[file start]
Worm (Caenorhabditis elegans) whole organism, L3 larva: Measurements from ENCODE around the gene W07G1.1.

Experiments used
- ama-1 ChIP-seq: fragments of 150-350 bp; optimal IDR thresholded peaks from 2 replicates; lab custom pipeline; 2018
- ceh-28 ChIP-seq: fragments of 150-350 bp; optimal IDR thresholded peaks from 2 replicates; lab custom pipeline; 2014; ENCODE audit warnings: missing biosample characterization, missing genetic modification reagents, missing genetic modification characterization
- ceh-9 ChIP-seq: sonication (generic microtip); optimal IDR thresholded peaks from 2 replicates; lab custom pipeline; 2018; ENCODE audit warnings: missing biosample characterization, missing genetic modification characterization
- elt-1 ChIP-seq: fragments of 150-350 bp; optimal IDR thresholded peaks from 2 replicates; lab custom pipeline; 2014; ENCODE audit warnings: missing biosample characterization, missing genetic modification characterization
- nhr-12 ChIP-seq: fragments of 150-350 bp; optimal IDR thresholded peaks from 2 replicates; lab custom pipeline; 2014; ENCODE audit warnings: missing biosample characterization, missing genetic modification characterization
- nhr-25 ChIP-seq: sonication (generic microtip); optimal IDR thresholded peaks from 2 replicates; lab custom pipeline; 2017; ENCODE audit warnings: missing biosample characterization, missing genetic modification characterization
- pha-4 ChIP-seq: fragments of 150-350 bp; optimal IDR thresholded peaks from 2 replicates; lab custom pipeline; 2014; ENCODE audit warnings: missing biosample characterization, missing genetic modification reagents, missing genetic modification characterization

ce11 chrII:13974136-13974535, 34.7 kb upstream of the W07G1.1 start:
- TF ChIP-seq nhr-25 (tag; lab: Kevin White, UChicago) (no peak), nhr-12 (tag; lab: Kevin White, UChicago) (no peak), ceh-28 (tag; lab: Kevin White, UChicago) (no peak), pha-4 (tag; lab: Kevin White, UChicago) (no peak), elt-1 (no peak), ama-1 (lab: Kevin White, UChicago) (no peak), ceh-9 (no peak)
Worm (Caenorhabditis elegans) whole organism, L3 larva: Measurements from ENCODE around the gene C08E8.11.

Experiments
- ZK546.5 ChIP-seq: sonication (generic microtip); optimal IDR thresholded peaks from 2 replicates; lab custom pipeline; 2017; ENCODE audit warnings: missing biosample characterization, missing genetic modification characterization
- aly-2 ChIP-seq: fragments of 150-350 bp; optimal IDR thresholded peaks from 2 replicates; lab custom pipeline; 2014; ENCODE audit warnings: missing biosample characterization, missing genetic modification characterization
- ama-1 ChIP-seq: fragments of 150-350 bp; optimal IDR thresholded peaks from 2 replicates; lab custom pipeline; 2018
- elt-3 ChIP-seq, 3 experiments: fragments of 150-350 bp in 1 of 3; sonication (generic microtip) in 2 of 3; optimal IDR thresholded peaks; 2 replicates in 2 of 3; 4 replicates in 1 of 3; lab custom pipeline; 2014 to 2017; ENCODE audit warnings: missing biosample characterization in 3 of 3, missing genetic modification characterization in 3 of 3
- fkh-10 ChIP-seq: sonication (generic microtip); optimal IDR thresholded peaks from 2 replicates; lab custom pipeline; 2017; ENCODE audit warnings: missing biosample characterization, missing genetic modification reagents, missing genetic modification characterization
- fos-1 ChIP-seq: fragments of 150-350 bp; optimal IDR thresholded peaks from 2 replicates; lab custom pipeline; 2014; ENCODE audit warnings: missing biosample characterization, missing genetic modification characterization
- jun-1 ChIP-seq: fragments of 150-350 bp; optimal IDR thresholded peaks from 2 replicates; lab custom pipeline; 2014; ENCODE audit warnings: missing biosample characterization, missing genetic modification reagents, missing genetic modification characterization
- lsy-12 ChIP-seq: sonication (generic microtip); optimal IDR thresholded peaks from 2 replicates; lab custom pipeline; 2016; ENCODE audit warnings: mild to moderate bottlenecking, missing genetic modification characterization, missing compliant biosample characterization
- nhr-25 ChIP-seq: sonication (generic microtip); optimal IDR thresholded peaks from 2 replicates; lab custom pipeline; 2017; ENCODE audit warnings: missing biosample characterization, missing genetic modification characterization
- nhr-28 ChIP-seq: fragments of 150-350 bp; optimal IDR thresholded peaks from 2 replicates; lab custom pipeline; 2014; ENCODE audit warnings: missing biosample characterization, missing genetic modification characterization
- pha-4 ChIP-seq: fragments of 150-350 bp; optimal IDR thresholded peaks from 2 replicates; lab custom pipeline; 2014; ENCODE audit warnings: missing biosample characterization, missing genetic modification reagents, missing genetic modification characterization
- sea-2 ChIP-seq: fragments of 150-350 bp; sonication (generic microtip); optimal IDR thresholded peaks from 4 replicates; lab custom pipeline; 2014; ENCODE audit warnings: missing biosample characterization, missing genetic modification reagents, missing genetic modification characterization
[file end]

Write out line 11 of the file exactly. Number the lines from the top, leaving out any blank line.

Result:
- TF ChIP-seq nhr-25 (tag; lab: Kevin White, UChicago) (no peak), nhr-12 (tag; lab: Kevin White, UChicago) (no peak), ceh-28 (tag; lab: Kevin White, UChicago) (no peak), pha-4 (tag; lab: Kevin White, UChicago) (no peak), elt-1 (no peak), ama-1 (lab: Kevin White, UChicago) (no peak), ceh-9 (no peak)